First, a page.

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Disclaimer: I'm a total newbie at graph theory and I'm not sure if this belongs on SO, Math SE, etc.

Given 2 adjacency matrices A and B, how can I determine if A and B are isomorphic.

For example, A and B which are not isomorphic and C and D which are isomorphic.

A = [ 0 1 0 0 1 1     B = [ 0 1 1 0 0 0
      1 0 1 0 0 1           1 0 1 1 0 0
      0 1 0 1 0 0           1 1 0 1 1 0
      0 0 1 0 1 0           0 1 1 0 0 1
      1 0 0 1 0 1           0 0 1 0 0 1
      1 1 0 0 1 0 ]         0 0 0 1 1 0 ]

C = [ 0 1 0 1 0 1     D = [ 0 1 0 1 1 0
      1 0 1 0 0 1           1 0 1 0 1 0
      0 1 0 1 1 0           0 1 0 1 0 1
      1 0 1 0 1 0           1 0 1 0 0 1
      0 0 1 1 0 1           1 1 0 0 0 1
      1 1 0 0 1 0 ]         0 0 1 1 1 0 ]   

(sorry for this ugly notation, I'm not quite sure how to draw matrices on SO)

Here's how I've started my algorithm (pardon my lack of mathematical rigor) please help me complete/correct!

  1. If size (number of edges, in this case amount of 1s) of A != size of B => graphs are not isomorphic
  2. For each vertex of A, count its degree and look for a matching vertex in B which has the same degree and was not matched earlier. If there is no match => graphs are not isomorphic.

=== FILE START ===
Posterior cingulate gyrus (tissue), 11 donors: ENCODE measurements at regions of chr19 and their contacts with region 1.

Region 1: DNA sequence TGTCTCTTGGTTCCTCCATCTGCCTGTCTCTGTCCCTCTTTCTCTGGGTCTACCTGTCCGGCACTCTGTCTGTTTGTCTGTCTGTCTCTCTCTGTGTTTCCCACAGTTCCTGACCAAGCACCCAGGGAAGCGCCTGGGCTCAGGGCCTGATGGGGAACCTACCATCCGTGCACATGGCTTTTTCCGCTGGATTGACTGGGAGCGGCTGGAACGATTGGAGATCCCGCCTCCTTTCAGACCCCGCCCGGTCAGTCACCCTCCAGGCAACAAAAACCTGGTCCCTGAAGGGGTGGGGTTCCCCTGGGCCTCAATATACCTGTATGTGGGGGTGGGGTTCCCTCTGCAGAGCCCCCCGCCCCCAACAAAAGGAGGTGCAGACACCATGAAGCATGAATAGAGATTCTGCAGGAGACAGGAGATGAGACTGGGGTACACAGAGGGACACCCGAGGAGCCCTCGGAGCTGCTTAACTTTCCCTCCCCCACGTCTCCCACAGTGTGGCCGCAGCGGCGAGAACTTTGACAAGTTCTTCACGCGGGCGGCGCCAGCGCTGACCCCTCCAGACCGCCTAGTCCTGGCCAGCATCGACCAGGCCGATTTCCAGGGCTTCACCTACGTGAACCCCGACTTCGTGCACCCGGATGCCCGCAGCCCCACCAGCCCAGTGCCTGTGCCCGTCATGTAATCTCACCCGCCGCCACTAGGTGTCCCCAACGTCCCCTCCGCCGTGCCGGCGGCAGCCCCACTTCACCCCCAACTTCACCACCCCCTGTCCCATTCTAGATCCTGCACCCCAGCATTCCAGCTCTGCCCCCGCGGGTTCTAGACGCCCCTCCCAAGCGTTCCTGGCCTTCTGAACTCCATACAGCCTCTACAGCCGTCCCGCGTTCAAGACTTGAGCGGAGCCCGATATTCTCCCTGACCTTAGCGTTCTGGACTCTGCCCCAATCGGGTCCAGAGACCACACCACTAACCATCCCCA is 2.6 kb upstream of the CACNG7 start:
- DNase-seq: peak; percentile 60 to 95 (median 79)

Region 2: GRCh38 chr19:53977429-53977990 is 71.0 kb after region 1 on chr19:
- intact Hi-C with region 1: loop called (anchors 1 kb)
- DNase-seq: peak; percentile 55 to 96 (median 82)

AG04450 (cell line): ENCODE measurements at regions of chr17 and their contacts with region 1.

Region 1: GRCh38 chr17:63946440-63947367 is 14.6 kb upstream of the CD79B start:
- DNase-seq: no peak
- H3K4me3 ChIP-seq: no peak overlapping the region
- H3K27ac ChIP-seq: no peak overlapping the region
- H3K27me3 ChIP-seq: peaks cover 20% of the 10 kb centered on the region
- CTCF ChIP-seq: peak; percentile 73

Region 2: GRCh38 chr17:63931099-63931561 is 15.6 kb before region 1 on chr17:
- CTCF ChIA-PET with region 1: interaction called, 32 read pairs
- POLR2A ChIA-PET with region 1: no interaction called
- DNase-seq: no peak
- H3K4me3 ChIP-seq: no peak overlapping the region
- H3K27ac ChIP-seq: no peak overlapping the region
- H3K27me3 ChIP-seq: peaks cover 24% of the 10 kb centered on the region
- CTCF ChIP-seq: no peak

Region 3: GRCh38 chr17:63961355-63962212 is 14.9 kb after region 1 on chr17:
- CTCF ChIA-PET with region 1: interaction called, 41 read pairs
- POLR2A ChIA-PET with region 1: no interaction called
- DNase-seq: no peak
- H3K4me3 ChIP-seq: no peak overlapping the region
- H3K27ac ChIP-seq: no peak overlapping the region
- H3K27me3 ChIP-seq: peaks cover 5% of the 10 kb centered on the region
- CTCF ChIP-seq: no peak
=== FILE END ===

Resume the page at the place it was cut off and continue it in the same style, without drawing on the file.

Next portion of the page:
3. Now that we cannot quickly prove that A and B are not isomorphic, what's the next step? Would it be correct try every permutation of lines in A until A matches B? Really not sure about this one...
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I'm sure it's terrible, but you could always brute force it: keep the nodes in A in order, then go through every permutation of the labeling of nodes in B until they match or there are no more. Of course, there's almost certainly a better way... like this... –  JoshD Oct 6 '10 at 20:07
    
en.wikipedia.org/wiki/… seems that no-one knows any polynomial time algorithm. So it's ok to just brute-force. try every permutation of nodes of same degree etc. –  Oleg Grenrus Oct 6 '10 at 20:08

2 Answers 2

up vote 7 down vote accepted

That's a quite difficult problem to solve. There is a Wikipedia page about it:

According to that page there are a number of special cases that have been solved with efficient polynomial time solutions, but the complexity of the optimal solution is still unknown.

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Thanks for the reference. Strangely enough, I have an intuition that graph isomorphism should be an easy problem to solve since it seems quite easy for my brain to visually determine if 2 graphs are isomorph. Maybe I haven't tried on a big enough graph... –  Olivier Lalonde Oct 6 '10 at 20:45
1  
Haha, I have the exact opposite problem. Can't see if two graphs are isomorphic even if they are very small. –  Gleno Oct 6 '10 at 20:48
4  
@olivier Lalonde: How long does your brain take to check for isomorphism in dense graphs with 50, 100 or more nodes? –  MAK Oct 7 '10 at 10:53

My project - Griso - at sf.net: http://sourceforge.net/projects/griso/ with this description:
Griso is a graph isomorphism testing utility written in C++ and based on my own algo.
See Griso's sample input/output on this page: http://funkybee.narod.ru/graphs.htm

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